Something of a fun complaint out of Italy about McDonald's (NYSE:MCD). That being that they own most of the real estate which is used to underlie McDonald's franchises: and that they then charge well above market rents for that real estate. Rather breathlessly we get told that this is an abuse of their dominant market position and that the European Commission could fine them as much as $9 billion as a result of this.
That's really a very hopeful point they're making there: there's a very long way to go before any of this is proven and anyone can indeed make a complaint to the European Commission. This is also really nothing at all about real estate in Italy or Europe: this is being backed by the SEIU, the same people behind the Fight for $15 in the US. And the basic tactic seems to be continuing to throw up whatever problems they can for the main opponent to that idea, McDonald's, while being involved in that fight for $15.
Further, there's a very basic problem with the original complaint. Which is that the real estate for a McDonald's is a different market from that for an office, an apartment, even a KFC. So, the rent being charged for a Maccy D's is in fact the market rent for a Maccy D's. They can't be charging above the market rent if they are, umm, charging the market rent.
And it's also obviously true that all of these terms are made entirely clear before a franchisee signs on the dotted line and thus there's not even any market power being thrown around here. There's an entirely free market in becoming a franchisee of McDonald's or anyone else of course: and thus this just isn't the exercise of market power.
Reuters covers the story:
Three Italian consumer organizations have urged EU antitrust regulators to investigate McDonald's (MCD.N) franchise system in Europe, a month after the opening of an EU inquiry into the U.S. fast food company's tax deals with Luxembourg. Codacons, Movimento Difesa del Cittadino and Cittadinanzattiva filed their complaint with the European Commission on Monday, urging the EU competition enforcer to step in and look at a system, which they alleged was anti-competitive.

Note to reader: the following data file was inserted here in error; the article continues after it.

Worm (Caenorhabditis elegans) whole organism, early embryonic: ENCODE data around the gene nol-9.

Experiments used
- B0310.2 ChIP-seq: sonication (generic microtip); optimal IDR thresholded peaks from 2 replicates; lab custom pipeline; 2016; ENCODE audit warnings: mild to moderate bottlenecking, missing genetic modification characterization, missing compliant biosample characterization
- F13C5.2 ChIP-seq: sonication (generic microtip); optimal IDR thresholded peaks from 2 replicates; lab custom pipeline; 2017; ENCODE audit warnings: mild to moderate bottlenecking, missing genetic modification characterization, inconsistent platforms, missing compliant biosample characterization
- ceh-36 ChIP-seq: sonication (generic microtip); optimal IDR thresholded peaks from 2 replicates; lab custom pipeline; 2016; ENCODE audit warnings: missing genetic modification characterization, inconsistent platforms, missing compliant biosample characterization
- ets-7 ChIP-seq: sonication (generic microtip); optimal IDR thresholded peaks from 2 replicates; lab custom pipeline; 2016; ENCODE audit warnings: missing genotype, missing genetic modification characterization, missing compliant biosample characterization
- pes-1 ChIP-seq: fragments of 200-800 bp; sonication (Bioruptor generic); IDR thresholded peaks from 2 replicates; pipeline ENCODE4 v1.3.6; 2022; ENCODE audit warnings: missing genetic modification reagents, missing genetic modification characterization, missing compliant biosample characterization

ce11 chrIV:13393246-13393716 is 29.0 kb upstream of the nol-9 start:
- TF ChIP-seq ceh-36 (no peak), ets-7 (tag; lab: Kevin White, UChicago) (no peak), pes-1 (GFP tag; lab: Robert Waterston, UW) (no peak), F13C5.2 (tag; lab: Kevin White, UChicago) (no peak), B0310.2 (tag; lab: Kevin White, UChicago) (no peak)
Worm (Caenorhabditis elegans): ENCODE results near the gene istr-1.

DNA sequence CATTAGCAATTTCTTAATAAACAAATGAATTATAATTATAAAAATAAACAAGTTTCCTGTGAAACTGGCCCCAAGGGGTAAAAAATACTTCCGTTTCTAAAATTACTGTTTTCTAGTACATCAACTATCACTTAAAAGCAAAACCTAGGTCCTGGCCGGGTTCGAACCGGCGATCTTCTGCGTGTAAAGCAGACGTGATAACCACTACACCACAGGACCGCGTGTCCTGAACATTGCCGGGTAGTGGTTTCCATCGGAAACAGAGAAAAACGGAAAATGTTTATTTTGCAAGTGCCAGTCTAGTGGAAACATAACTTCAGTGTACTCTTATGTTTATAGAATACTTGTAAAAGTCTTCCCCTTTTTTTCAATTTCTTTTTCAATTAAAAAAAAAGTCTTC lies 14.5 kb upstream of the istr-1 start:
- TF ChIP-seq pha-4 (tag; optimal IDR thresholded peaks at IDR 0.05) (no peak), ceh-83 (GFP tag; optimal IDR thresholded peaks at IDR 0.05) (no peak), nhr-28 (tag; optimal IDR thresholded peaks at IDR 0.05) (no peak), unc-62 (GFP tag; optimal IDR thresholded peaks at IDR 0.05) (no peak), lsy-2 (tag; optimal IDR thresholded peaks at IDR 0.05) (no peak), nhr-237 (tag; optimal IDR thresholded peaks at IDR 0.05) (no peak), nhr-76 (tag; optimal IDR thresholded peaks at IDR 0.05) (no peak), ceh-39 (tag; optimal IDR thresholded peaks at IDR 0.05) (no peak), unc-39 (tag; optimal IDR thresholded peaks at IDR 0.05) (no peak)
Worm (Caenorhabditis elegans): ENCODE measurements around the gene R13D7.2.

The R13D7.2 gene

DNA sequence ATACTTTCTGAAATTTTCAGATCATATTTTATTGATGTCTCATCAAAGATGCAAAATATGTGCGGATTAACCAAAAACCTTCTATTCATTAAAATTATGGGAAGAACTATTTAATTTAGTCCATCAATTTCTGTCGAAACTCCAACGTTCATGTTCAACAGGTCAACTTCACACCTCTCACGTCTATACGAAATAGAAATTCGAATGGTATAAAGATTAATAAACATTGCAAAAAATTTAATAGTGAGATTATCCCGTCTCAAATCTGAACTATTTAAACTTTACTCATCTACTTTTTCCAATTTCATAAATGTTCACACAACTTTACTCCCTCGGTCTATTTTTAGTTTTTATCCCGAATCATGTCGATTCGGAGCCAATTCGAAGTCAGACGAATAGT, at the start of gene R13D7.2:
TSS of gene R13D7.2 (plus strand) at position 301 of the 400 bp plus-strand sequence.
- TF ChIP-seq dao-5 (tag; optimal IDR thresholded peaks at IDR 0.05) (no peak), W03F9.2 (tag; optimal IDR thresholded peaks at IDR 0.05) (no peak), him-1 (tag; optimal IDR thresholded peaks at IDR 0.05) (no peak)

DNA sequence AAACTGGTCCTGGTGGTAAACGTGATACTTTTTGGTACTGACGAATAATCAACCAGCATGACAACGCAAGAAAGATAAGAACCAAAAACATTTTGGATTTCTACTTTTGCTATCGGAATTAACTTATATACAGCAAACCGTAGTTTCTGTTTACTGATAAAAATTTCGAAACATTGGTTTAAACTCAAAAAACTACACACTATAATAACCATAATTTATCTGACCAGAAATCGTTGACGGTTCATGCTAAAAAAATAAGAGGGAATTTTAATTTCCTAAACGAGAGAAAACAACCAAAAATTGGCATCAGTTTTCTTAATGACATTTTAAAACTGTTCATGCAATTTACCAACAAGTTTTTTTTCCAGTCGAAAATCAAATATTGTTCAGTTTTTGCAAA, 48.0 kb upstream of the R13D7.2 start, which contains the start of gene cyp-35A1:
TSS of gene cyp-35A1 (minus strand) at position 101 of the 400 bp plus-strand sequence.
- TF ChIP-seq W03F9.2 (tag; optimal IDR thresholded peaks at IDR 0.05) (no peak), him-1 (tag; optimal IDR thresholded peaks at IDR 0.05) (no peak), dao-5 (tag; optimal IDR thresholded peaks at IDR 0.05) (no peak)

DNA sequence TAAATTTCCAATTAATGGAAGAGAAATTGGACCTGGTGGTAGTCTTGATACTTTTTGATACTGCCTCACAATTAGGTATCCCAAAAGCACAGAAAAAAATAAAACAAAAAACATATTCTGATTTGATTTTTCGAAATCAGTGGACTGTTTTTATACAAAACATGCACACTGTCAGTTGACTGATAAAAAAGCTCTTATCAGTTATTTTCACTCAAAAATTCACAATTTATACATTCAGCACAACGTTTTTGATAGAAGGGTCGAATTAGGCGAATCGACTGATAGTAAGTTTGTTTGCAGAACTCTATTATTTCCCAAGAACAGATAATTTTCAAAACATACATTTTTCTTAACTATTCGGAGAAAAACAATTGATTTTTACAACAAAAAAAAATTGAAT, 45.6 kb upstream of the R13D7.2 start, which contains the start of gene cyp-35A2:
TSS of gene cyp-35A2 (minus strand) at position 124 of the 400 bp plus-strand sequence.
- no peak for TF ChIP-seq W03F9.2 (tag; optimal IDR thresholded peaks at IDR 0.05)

Actually, behind all of this is that SEIU. Who are also behind those complaints of tax dodging. And who are also arguing within the NLRB in the US about whether McDonald's is a co-employer along with the franchisees of the working staff. And behind the Fight for $15, that campaign in which McDonald's is the major opponent in many eyes. This is really all about cranking up the pressure, the anti-McDonald's public opinion in the US, in order to boost that campaign for a rise in the minimum wage.
The Service Employees International Union, which has more than 2 million members in the U.S. and Canada and has backed a push in the U.S. for a $15 minimum wage, has thrown its support behind the European Commission complaint. Several American fast food workers traveled to Brussels on Tuesday to call on the European Commission to investigate the antitrust complaint and to publicize the push in the U.S. to improve wages for fast food workers.
Yes, quite, this is a political move, not an economic or legal one. As the SEIU's own press release says:
If found guilty, McDonald's would face severe penalties, possibly as high as 10% of its global turnover, or USD 9 billion based on 2014 sales, as well as any additional remedies that the Commission may deem suitable to secure fair competition.
That's a nice scary number to throw around, isn't it? And that is all part of that pressure. The commission never does levy those 10% fines, it most certainly won't against McDonald's whatever the finding in a few years' time is.
And as above, the basic complaint doesn't really make any sense in the first place. Consider the two parts of it. Firstly, McDonald's controls the real estate pony which people may build a McDonald's franchise. Secondly, that it charges above market rents for those sites. But if the only place you can get a site for a McDonald's is those sites then what is being charged for those sites is the market rent. So they cannot be charging above it.
Don't take this as a real economic threat to McDonald's: it's just part of the ongoing political campaign by the SEIU, that campaign generally known as the Fight for $15.
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